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Developing your palette.

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  • Developing your palette.

    Hello, what tips/advice would you give to someone trying to develop their taste buds? I'm trying to learn how to distinguish the tastes within the cupping notes for espresso.

  • #2
    Firstly its spelt palate, don't worry i thought it was spelt like that at first too.

    To develop your palate, its best if you can either find proper tasting notes or someone who has a well developed palate to practice with or just goto cupping session on a regular basis (that's how i developed mine). At first it'll be hard to distinguish, either because you can't separate the flavours or you haven't actually tasted them before. Eating alot of different foods, knowing what they taste like helps alot for association. Then just keep practising by drinking alot of coffee and trying to analyse it. Hey at least its an excuse to drink lots of coffee =P

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    • #3
      I've been reading what other people think of specific beans and seeing if I can distinguish those flavours myself, some I can some I can't.

      But you're right, great excuse to taste lots of coffee, even if the mrs does think I'm mad.

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      • #4
        Ok cool, thanks for the tips

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        • #5
          I'd recommend roasting you're own coffee and drinking it filter style, and as espresso, and making notes - and of course attending cuppings whenever you can

          I worked in the wine industry (as a beverage manager / sommelier ) for ten years before running my own cafes - where I would often attend 3 or more wine tastings in a day - and there was / is a plethora of tasting notes etc available for wine, combined with the ability to speak to wine makers on a regular basis

          But when I opened my first cafe (ten years ago) there was definitely less opportunities than there are today to taste coffee and to compare notes with others

          And I would argue that compared to the wine industry, coffee tasting is still relatively in its infancy, even though there's a relative plethora of micro roasters around today

          But at least by roasting your own coffee, and tasting it and logging your tasting notes, it's possible to build up a repertoire, and to compare notes and regional characteristics, and to map your progress over time

          Or failing that by simply keeping a written log of what you're tasting in the coffees you're trying, you will no doubt find that your vocabulary builds over time

          Good luck in your coffee quest!
          Last edited by askthecoffeeguy; 8 July 2013, 04:07 PM.

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          • #6
            Start here.

            A wonderful resource from Alan Frew

            Commercial link removed
            Last edited by Javaphile; 9 July 2013, 05:38 AM. Reason: commercial link removed

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            • #7
              Sweet Maria's website also has some good stuff about tasting. A google search will get u there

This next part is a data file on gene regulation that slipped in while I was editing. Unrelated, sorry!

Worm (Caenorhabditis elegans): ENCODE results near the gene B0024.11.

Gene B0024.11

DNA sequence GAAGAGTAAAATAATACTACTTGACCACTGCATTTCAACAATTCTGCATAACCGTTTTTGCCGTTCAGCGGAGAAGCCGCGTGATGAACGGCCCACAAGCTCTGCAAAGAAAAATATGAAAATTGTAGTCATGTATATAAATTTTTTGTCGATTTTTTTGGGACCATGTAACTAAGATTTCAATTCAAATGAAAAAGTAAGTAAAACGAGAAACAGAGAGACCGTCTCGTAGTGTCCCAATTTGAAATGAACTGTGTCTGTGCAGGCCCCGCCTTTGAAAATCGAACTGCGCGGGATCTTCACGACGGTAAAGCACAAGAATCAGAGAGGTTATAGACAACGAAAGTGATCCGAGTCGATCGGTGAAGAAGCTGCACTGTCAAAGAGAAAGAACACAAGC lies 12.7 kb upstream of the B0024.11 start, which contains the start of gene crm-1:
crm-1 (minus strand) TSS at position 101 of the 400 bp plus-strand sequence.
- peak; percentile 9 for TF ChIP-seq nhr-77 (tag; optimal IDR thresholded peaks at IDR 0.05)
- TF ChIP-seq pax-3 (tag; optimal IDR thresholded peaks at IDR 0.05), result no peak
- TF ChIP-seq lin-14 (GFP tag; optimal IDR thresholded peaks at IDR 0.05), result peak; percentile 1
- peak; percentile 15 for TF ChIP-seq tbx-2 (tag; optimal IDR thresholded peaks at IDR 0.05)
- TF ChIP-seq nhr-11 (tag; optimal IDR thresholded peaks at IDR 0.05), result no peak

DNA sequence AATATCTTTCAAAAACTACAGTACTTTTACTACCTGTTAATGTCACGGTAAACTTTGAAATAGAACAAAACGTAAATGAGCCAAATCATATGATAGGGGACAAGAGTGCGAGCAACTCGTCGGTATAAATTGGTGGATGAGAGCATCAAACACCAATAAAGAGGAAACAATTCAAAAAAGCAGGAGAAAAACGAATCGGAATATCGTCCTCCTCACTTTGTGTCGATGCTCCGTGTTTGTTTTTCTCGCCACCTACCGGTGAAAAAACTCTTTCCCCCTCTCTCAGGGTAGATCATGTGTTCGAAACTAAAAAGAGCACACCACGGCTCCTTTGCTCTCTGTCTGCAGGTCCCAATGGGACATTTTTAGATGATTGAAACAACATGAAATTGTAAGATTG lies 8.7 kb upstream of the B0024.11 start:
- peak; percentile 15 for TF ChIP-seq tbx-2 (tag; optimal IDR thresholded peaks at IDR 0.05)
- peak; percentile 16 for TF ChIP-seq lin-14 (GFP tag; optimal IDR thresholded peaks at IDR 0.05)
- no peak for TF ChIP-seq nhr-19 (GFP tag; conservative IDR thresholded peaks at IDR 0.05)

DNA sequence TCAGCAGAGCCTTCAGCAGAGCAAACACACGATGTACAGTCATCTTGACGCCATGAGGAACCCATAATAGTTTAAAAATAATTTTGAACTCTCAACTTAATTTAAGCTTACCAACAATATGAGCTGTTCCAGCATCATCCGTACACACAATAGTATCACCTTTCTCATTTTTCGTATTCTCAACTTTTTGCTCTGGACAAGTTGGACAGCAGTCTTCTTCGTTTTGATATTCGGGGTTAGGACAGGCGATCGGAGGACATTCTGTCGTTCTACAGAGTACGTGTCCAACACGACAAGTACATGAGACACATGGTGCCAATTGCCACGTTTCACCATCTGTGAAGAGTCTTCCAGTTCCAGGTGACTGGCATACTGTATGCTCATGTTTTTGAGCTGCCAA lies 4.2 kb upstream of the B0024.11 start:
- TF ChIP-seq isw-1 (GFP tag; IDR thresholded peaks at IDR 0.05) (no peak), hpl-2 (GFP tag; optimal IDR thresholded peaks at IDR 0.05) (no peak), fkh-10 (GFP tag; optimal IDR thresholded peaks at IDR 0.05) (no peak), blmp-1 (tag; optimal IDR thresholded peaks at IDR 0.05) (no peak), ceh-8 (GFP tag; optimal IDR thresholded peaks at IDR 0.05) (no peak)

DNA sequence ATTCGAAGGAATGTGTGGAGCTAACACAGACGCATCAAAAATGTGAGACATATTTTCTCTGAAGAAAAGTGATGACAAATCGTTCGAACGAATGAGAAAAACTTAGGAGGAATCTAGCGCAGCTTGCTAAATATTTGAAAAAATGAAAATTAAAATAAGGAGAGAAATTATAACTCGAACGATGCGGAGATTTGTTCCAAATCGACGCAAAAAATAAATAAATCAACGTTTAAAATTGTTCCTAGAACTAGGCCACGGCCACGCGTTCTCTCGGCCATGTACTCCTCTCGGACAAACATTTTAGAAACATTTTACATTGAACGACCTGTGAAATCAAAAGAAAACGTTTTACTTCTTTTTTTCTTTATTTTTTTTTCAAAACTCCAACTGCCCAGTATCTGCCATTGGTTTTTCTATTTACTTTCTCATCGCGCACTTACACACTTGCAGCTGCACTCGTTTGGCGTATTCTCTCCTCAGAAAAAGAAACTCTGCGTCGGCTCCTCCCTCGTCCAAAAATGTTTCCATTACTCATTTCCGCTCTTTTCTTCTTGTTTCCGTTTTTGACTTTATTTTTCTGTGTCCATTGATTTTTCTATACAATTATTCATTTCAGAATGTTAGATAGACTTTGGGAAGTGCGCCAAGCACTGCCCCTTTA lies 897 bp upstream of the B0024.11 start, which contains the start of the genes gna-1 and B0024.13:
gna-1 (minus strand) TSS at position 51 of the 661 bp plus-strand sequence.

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              • #8
                Hey guys another Q. Astringent, how would you describe this taste sensation?

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                • #9
                  Dry and chalky in the mouth, can be perceived as bitterness.

                  Leave a tea bag to brew boiling water, in a cup for half hour, then taste. It will be full of dry bitter tannins.

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                  • #10
                    Taste is so subjective that sharing notes with others will absolutely mean that their suggestions will influence what you think you can taste. Given that your local environment will effect your olfactory system and alter the experience you should taste different things even when drinking the very same coffee or wine at different times. Even the words we use to try and describe flavour and texture will effect you experience. Cognitive dissidence man!

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                    • #11
                      Astringency is a common term used in wine tasting to describe the dry, mouth puckering mouthfeel (sometimes called 'grippiness') caused by tannins
                      in red wine. In coffee astringency comes from some of the acids present in roasted coffee, is not as pronounced as in
                      some wine and is more noticeable in Robusta. It can be emphasised (according to one roaster I know) by roasting too fast
                      after 1st crack til the end of the roast, resulting in an undeveloped or under roasted bean . Not to be confused with the mouth puckering
                      brought on by lemony sourness.

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                      • #12
                        Originally posted by astr0b0y View Post
                        . Cognitive dissidence man!
                        I think you might mean dissonance :P

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                        • #13
                          Was a poor play on words. Dissonance indeed.

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                          • #14
                            Actually that's pretty clever... ignore the fool >.<

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